Herbs

Squill

Scientific Classification

Kingdom:   Plantae
Order:    Asparagales
Clade:     Angiosperms
Clade:    Eudicots
Family:    Asparagaceae
Genus:    Scilla
Subfamily:    Scilloideae

 

Squill is also known as Scilla, Sea Onion, European Squill, White Squill, Indian Squill, Sea Squill, Red Squill and Mediterranean Squill. It is a bulb forming perennial herbal plant. Its species are grown for their attractive flowers. Its classical name “Scilla” is derived from the Greek, and means “excite” or “disturb.” Its bulb is its useful part. These bulbs are first cut into slices, then dried and powdered. It is also prepared in liquid form as a juice or extract. The inner layer of the bulb is used to make medicines. Its outer layer is removed and discarded. It has diuretic, acrid, emetic and expectorant properties.

History

From the early, classic times Squill was used as a medicine and it is still being used by physicians. In the sixteenth Century BC, Pythagoras invented the Oxymel of Squill. The Ancient Egyptians and Romans used extracts of the bulb for the treatment of edema. In 1985, it was approved by a German Commission for cardiac insufficiency.

Anatomy

The flowers of the Squill plant are blue in color, but pink, purple and white are also found. These flowers bloom in the spring season, and sometimes they bloom in autumn. It has fibrous roots. These roots are arranged from the base of large, nearly round bulb. They are 4 to 6 inches long and its outer scale is papery and thin, and orange to brown or red in color.

Habitat

The Squill plant is native to the Subalpine Meadows, Seashores and Woodlands throughout Africa, Middle East and Europe. Some of its species are naturalized in North America, New Zealand and Australia. It grows on the sandy coastline of the Mediterranean Sea.

Soil for Planting

The Squill plant requires well drained soil. A soil that is rich in organic matter is ideal for them. Applying compost before planting can improve the organic content.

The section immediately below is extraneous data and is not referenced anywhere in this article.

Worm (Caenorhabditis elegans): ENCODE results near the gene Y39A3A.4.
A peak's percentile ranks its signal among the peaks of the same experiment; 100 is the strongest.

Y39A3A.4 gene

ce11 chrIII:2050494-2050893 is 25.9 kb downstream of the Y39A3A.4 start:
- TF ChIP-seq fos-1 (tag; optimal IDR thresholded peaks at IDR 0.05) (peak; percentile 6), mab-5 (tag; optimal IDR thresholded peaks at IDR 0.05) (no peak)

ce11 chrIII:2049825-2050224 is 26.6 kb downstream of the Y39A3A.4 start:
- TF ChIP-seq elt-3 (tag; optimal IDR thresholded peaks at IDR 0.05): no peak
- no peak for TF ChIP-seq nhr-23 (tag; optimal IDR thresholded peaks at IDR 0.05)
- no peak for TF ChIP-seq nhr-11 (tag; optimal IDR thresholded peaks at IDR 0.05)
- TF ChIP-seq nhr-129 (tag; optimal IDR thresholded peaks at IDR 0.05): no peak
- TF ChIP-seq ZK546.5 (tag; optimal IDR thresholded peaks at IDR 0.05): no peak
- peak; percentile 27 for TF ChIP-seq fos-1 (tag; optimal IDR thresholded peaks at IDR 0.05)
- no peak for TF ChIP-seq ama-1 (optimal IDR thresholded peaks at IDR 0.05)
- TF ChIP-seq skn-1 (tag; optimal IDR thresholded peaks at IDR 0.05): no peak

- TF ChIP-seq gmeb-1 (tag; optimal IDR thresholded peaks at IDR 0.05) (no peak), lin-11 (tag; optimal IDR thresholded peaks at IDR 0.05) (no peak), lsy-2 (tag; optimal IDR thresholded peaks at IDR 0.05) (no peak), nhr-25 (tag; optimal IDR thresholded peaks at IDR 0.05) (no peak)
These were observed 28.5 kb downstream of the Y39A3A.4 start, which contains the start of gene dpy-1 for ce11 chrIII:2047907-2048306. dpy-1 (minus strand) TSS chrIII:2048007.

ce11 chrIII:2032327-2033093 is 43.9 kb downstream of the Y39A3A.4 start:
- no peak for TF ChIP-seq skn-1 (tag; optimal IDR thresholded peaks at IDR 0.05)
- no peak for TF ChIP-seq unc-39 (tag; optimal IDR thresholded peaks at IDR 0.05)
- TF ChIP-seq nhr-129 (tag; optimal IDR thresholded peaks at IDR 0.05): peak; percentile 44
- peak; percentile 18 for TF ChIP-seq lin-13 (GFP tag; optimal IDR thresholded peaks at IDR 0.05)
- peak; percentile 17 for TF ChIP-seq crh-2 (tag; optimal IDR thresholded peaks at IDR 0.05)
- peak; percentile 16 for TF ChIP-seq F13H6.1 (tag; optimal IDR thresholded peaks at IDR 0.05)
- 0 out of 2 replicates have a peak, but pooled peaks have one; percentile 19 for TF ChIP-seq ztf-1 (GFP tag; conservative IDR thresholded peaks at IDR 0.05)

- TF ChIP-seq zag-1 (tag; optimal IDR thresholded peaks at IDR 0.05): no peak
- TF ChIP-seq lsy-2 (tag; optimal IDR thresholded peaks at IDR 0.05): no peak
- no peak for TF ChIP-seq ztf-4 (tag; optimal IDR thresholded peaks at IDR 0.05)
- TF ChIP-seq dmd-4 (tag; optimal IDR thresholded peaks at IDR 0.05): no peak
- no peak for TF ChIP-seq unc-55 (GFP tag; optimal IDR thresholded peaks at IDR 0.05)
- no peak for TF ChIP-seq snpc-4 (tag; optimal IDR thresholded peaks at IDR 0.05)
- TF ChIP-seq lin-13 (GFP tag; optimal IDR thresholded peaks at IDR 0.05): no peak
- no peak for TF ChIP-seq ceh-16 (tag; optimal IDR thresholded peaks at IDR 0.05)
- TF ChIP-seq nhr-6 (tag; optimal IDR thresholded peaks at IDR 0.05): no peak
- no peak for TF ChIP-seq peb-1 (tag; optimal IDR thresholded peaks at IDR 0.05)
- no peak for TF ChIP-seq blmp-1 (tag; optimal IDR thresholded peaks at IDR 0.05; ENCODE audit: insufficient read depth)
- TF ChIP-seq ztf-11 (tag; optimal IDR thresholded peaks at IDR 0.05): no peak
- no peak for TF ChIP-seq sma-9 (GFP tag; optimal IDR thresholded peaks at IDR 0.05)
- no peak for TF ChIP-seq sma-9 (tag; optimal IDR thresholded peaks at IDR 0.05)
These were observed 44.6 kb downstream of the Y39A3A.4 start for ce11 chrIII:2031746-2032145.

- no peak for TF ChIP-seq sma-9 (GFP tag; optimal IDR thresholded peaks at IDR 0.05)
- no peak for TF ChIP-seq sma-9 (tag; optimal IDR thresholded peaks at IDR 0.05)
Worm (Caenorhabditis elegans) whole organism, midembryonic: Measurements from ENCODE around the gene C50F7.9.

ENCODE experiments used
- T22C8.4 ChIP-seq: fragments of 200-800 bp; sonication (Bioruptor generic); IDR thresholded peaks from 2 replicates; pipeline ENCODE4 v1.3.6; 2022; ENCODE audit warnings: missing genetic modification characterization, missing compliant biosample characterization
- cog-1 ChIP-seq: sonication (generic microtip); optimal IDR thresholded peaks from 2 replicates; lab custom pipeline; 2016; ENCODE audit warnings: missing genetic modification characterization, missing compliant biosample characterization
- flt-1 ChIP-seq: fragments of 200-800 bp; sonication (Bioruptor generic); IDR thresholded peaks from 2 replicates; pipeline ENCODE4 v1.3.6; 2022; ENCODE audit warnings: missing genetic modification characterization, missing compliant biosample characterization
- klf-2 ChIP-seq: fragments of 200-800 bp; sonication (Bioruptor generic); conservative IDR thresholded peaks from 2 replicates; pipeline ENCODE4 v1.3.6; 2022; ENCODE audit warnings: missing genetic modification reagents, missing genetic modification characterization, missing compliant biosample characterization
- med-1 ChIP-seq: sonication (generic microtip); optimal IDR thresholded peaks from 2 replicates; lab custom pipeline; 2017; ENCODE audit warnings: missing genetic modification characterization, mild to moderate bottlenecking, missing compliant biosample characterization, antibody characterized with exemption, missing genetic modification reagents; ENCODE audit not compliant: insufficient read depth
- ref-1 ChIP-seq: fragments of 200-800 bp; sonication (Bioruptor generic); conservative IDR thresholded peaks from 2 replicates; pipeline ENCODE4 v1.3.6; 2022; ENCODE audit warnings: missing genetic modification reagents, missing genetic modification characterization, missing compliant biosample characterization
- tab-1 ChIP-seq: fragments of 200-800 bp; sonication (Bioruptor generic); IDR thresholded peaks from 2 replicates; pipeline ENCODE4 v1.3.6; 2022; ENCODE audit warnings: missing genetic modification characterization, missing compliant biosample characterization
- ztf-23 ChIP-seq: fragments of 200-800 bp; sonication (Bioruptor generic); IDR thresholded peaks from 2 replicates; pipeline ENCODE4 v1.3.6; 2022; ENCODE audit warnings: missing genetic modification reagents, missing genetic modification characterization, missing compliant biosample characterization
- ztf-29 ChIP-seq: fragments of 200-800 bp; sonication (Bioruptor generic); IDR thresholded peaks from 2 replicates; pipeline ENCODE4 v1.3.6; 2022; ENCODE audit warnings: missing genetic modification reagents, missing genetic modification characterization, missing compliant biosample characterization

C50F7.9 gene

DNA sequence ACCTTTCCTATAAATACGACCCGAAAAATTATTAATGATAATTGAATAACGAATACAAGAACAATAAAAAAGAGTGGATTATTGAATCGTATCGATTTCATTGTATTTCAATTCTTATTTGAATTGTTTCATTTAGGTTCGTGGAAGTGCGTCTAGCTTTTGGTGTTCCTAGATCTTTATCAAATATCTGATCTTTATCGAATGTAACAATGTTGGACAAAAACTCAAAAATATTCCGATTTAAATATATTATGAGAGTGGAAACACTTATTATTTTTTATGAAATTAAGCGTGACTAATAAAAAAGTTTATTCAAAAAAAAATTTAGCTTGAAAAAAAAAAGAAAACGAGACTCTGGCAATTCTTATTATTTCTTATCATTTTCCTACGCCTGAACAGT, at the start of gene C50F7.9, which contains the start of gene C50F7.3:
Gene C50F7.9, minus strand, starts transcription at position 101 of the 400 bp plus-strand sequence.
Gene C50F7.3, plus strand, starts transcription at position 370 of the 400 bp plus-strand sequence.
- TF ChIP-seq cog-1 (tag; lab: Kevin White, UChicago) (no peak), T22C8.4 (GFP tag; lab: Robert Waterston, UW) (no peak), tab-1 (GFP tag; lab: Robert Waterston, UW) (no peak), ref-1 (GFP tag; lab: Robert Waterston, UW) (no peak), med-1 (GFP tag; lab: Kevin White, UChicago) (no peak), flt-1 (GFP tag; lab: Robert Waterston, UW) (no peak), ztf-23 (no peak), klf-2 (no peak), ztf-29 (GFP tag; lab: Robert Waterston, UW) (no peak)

Planting

Squill grows well under deciduous trees. Under this tree it can complete its bloom cycle. It is also planted in lawns.

Watering

The Squill plant requires regular watering. Deep watering is essential for good growth of plants because it provides moisture to the soil. Over watering is not ideal for the plant because it can cause bulb rot.

Temperature and Humidity

These plants require full sunlight. Their bulbs are stored for a long time period at temperatures between 60 degree and 68 degree F.  This plant does not do well in a dry and hot climate.

Flowering and Maturing Care

It is easy to care for the Squill plant if it is planted in an ideal location. When its foliage emerges in spring or late winter season, then it requires fertilizers. Granular fertilizers which are high in phosphorus and low in Nitrogen are ideal for them.

Harvest

Bulbs are harvested in the Squill plant after the leaves at the base have shrunken. It is harvested when its medicinal properties are at their highest level.

Pests and Pesticides

Squill is used as a pest control for rat poison. It may be subject to a virus. It is resistant to rodents and deer. It is hardly ever affected by diseases and pests.

Uses

Squill is used as a remedy for cancer and as a Rodenticide. It is used as a hair tonic to treat dandruff and seborrhea. It is taken by the people to regularize heartbeat, mild heart failure and vein problems. It is used as a “heart tonic” and in the treatment of asthma with bronchitis, lung diseases and also for whooping coughs and chronic bronchitis. It is also used in making poultices.

 

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